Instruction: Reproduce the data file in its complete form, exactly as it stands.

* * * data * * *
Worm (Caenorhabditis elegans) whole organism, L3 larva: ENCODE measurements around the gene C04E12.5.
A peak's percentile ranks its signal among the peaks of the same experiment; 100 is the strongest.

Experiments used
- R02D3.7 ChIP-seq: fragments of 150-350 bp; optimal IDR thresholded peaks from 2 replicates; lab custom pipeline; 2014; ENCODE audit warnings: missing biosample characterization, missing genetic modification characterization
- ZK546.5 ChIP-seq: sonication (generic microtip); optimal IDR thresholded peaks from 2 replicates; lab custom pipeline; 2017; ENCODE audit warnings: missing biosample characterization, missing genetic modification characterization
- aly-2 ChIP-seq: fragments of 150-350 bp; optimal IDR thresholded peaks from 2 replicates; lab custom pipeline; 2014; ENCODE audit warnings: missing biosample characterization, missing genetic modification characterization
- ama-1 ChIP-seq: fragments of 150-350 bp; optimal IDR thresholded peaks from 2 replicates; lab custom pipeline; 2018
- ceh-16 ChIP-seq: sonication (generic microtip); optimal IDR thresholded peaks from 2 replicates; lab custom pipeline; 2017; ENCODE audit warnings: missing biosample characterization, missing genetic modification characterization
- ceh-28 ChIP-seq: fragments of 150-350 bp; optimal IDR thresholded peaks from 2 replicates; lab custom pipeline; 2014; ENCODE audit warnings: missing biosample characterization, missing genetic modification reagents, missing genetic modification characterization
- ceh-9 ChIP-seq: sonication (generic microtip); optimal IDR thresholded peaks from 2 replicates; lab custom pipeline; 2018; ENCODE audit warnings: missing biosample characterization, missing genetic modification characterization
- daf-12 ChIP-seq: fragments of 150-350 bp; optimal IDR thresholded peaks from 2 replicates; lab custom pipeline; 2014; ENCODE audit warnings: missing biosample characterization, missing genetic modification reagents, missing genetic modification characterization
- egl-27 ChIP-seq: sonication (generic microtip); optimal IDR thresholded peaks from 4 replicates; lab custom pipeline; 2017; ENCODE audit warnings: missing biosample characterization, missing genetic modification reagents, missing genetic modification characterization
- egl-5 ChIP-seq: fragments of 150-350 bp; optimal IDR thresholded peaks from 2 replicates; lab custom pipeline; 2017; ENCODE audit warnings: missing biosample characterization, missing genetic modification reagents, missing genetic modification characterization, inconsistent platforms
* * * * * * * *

Worm (Caenorhabditis elegans) whole organism, L3 larva: ENCODE measurements around the gene C04E12.5.
A peak's percentile ranks its signal among the peaks of the same experiment; 100 is the strongest.

Experiments used
- R02D3.7 ChIP-seq: fragments of 150-350 bp; optimal IDR thresholded peaks from 2 replicates; lab custom pipeline; 2014; ENCODE audit warnings: missing biosample characterization, missing genetic modification characterization
- ZK546.5 ChIP-seq: sonication (generic microtip); optimal IDR thresholded peaks from 2 replicates; lab custom pipeline; 2017; ENCODE audit warnings: missing biosample characterization, missing genetic modification characterization
- aly-2 ChIP-seq: fragments of 150-350 bp; optimal IDR thresholded peaks from 2 replicates; lab custom pipeline; 2014; ENCODE audit warnings: missing biosample characterization, missing genetic modification characterization
- ama-1 ChIP-seq: fragments of 150-350 bp; optimal IDR thresholded peaks from 2 replicates; lab custom pipeline; 2018
- ceh-16 ChIP-seq: sonication (generic microtip); optimal IDR thresholded peaks from 2 replicates; lab custom pipeline; 2017; ENCODE audit warnings: missing biosample characterization, missing genetic modification characterization
- ceh-28 ChIP-seq: fragments of 150-350 bp; optimal IDR thresholded peaks from 2 replicates; lab custom pipeline; 2014; ENCODE audit warnings: missing biosample characterization, missing genetic modification reagents, missing genetic modification characterization
- ceh-9 ChIP-seq: sonication (generic microtip); optimal IDR thresholded peaks from 2 replicates; lab custom pipeline; 2018; ENCODE audit warnings: missing biosample characterization, missing genetic modification characterization
- daf-12 ChIP-seq: fragments of 150-350 bp; optimal IDR thresholded peaks from 2 replicates; lab custom pipeline; 2014; ENCODE audit warnings: missing biosample characterization, missing genetic modification reagents, missing genetic modification characterization
- egl-27 ChIP-seq: sonication (generic microtip); optimal IDR thresholded peaks from 4 replicates; lab custom pipeline; 2017; ENCODE audit warnings: missing biosample characterization, missing genetic modification reagents, missing genetic modification characterization
- egl-5 ChIP-seq: fragments of 150-350 bp; optimal IDR thresholded peaks from 2 replicates; lab custom pipeline; 2017; ENCODE audit warnings: missing biosample characterization, missing genetic modification reagents, missing genetic modification characterization, inconsistent platforms